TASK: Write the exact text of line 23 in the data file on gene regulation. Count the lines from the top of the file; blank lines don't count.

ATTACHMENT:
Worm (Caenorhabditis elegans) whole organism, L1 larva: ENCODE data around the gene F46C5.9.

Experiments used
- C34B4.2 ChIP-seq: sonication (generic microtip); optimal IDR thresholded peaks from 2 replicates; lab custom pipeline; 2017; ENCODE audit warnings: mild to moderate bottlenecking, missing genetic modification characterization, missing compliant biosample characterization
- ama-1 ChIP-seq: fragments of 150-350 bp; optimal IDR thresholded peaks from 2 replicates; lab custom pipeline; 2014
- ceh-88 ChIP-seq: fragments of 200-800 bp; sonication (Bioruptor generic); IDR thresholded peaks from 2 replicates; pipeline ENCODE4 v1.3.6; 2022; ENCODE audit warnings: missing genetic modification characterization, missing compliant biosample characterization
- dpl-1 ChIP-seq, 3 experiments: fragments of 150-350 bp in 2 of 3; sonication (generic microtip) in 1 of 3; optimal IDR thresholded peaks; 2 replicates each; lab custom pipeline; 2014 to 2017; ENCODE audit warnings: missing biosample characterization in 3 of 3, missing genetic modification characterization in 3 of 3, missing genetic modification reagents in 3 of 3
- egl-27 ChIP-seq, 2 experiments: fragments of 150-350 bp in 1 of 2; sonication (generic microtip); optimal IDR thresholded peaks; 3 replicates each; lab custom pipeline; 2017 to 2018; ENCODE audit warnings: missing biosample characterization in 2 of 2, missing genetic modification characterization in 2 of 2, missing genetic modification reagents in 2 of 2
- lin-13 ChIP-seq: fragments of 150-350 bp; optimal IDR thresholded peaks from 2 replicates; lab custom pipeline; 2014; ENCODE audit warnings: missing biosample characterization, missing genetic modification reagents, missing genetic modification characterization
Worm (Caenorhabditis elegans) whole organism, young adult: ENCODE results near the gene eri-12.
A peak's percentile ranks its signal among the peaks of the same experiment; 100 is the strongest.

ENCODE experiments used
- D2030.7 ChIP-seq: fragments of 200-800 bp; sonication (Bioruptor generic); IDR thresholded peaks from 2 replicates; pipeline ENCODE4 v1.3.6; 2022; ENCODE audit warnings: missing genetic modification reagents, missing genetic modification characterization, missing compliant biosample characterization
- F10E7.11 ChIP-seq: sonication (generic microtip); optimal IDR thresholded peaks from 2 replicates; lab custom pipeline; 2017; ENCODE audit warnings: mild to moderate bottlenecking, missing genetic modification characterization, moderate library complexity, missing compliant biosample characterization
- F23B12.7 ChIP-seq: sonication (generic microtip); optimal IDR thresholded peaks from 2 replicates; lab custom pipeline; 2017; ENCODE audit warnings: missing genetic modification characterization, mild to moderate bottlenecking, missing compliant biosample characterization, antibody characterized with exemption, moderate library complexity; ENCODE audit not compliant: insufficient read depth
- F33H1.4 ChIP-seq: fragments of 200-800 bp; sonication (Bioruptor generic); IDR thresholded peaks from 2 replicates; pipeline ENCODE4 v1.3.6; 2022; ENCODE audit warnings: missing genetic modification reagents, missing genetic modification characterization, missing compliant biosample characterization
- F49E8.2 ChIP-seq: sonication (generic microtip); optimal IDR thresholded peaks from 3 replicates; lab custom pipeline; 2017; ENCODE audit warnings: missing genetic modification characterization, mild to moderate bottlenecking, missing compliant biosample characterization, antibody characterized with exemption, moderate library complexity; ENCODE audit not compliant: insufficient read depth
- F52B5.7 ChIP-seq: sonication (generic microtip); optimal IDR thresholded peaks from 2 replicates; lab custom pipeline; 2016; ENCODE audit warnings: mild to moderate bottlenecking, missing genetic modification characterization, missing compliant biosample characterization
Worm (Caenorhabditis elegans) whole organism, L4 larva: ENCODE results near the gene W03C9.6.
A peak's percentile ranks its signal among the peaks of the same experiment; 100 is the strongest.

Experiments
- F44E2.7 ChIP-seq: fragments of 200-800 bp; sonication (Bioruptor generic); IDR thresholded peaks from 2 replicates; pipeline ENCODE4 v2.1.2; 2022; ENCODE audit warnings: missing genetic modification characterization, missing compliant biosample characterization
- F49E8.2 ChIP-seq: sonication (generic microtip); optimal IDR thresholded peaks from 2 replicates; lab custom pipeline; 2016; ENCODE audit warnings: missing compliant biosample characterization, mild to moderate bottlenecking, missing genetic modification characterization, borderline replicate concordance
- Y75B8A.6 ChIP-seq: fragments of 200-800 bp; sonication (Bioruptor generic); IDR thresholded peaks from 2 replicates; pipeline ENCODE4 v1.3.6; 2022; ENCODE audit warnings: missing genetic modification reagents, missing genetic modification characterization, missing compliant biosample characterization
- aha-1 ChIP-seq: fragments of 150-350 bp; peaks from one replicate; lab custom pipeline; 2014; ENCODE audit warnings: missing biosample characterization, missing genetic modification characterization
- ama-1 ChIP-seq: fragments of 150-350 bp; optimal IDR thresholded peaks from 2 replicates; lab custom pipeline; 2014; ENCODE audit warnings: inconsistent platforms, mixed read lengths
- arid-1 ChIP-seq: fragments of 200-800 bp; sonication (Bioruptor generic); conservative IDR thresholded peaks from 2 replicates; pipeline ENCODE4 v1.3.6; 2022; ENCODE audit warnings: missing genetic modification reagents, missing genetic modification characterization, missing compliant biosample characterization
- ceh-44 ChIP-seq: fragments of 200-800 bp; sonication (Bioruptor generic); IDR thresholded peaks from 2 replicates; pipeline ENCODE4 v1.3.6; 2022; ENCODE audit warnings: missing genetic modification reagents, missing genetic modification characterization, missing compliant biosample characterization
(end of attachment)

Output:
- Y75B8A.6 ChIP-seq: fragments of 200-800 bp; sonication (Bioruptor generic); IDR thresholded peaks from 2 replicates; pipeline ENCODE4 v1.3.6; 2022; ENCODE audit warnings: missing genetic modification reagents, missing genetic modification characterization, missing compliant biosample characterization